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This Human Season


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About the Author

Louise Dean lives in France with her husband and three children.


Set in Belfast during the Troubles, Dean's accomplished second novel (after Becoming Strangers) is an affecting and well-researched depiction of the political and social strife of Northern Ireland in the winter of 1979. John Dunne, a 20-year veteran of the British army, takes a job as a prison guard at Belfast's Maze prison and is assigned to work in the squalid high-security block where the most hardened IRA inmates are engaged in a protest they call the Blanket (the inmates refuse to wear clothes and smear their feces on the cell walls one enterprising pair "paints" a fireplace). A newly arrived inmate, Sean Moran, imprisoned for his part in the bombing death of a policeman, becomes pivotal in the plan to take the protest to the next level. On the outside, Sean's mother, Kathleen, struggles to raise her remaining children while British soldiers routinely search her house for weapons, and John grows close with his adult illegitimate son. The possibility of violence is ever-present, especially for John, whose job makes him a target on and off the clock. Dean writes strong characters and provides a sympathetic rendering of both sides of the conflict, making for a powerful and memorable novel. (Feb.) Copyright 2006 Reed Business Information.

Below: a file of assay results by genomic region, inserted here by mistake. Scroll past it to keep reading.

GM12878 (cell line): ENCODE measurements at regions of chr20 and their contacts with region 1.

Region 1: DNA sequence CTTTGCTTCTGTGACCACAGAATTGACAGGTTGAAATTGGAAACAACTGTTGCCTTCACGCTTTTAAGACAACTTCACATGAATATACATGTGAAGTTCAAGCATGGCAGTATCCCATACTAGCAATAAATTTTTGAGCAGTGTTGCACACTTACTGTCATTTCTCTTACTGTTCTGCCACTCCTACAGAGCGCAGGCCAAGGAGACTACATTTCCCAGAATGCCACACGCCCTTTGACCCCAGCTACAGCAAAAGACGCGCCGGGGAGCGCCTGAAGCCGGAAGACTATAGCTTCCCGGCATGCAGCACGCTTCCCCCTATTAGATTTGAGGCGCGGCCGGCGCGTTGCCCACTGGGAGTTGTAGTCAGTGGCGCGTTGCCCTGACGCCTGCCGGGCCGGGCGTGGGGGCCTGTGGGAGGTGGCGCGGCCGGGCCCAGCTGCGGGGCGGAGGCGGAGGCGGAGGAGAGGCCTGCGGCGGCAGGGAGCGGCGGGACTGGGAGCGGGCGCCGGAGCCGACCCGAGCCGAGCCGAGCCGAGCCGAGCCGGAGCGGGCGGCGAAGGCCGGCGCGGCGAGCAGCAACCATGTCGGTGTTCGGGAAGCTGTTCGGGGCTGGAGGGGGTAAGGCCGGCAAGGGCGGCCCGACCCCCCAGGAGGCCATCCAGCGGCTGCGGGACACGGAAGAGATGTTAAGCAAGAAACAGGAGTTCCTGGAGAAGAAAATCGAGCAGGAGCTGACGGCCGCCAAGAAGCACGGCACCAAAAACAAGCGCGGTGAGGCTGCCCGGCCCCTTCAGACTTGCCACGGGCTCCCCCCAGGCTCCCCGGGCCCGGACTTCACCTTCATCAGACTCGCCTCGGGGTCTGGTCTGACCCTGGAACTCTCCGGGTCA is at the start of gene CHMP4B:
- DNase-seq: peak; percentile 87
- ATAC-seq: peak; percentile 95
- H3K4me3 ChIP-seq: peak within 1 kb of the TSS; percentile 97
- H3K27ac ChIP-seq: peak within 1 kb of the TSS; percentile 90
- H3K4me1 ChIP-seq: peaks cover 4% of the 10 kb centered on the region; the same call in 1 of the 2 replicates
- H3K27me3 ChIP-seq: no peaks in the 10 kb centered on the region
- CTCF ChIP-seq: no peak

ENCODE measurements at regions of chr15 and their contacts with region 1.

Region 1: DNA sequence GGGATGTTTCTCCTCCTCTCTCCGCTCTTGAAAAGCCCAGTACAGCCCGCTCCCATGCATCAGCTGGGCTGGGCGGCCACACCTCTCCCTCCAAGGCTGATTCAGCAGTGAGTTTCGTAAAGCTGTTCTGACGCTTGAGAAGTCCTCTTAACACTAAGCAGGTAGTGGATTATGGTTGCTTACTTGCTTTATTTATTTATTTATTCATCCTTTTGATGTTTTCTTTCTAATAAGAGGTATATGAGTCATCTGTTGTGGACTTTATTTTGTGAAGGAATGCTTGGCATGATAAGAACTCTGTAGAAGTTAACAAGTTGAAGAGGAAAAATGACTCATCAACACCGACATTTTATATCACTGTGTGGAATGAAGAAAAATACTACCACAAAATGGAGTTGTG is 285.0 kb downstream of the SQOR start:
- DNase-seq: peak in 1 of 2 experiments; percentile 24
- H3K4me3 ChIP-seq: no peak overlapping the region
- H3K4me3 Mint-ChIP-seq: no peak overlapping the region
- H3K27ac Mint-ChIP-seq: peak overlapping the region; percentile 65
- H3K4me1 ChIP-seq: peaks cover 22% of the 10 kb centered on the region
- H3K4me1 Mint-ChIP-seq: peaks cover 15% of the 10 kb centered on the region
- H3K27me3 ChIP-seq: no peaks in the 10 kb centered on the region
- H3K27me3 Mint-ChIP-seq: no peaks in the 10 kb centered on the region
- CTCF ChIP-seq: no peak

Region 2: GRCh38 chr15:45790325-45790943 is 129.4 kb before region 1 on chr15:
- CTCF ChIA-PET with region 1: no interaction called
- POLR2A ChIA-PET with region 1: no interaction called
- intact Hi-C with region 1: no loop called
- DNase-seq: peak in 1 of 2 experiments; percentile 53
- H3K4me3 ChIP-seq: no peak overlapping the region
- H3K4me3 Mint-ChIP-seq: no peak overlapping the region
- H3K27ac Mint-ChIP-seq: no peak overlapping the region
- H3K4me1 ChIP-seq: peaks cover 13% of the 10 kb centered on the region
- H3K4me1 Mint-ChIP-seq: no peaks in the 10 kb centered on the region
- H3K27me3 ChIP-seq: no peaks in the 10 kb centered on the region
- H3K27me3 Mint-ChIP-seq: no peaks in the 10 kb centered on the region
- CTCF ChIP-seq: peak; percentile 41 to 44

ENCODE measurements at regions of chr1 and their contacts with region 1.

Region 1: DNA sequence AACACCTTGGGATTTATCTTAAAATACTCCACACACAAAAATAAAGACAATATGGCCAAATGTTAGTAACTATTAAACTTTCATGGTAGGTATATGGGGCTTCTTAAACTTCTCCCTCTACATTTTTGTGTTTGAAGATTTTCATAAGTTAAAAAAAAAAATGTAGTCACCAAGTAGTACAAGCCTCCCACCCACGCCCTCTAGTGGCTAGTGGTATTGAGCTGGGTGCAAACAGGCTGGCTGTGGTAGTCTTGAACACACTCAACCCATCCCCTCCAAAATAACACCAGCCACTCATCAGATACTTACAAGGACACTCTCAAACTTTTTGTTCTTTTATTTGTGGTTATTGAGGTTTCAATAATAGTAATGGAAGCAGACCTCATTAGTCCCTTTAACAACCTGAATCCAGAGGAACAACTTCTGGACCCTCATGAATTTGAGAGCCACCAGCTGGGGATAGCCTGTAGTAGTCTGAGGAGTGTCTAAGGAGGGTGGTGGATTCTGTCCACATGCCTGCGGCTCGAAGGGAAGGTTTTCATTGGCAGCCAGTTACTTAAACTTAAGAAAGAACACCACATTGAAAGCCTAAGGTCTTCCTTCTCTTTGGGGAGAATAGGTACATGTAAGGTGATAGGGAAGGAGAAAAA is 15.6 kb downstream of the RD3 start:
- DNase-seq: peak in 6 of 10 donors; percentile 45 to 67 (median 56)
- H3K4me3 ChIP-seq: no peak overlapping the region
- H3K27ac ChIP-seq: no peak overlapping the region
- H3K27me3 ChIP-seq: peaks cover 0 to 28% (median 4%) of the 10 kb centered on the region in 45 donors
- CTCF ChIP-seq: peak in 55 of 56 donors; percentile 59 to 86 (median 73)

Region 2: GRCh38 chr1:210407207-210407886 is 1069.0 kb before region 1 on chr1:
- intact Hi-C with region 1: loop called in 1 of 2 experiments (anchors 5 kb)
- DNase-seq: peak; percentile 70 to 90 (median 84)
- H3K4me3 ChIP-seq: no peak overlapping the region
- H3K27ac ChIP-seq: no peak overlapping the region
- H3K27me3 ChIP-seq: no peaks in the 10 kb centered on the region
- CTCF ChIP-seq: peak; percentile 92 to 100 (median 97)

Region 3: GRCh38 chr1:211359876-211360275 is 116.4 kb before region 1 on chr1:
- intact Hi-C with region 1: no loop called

Christmas is coming in bleak and lawless 1979 Belfast, but there is little cheer for the families of IRA political prisoners or for their prison guards. Alternating chapters follow the stories of Sean Moran, a young man in prison for his part in a car bombing gone awry, and John Dunn, a former British soldier and recent guard recruit. Brutality and mistrust characterize both sides of this increasingly volatile conflict. Finally, with the assistance of outside agitators, the inmates conspire to begin a hunger strike in support of their demands for more humane conditions. As inside conditions go from squalid to hellish, more human dramas take place outside Maze Prison, as Dunn finds a college-age son he never knew he had and Moran's mother comes to terms with her unhappy marriage. Drawing on actual events, Dean uses crystalline prose to paint both sides of the conflict with an equally tender and sympathetic brush. Not for the squeamish but highly recommended.-Barbara Love, Kingston Frontenac P.L., Ont. Copyright 2006 Reed Business Information.

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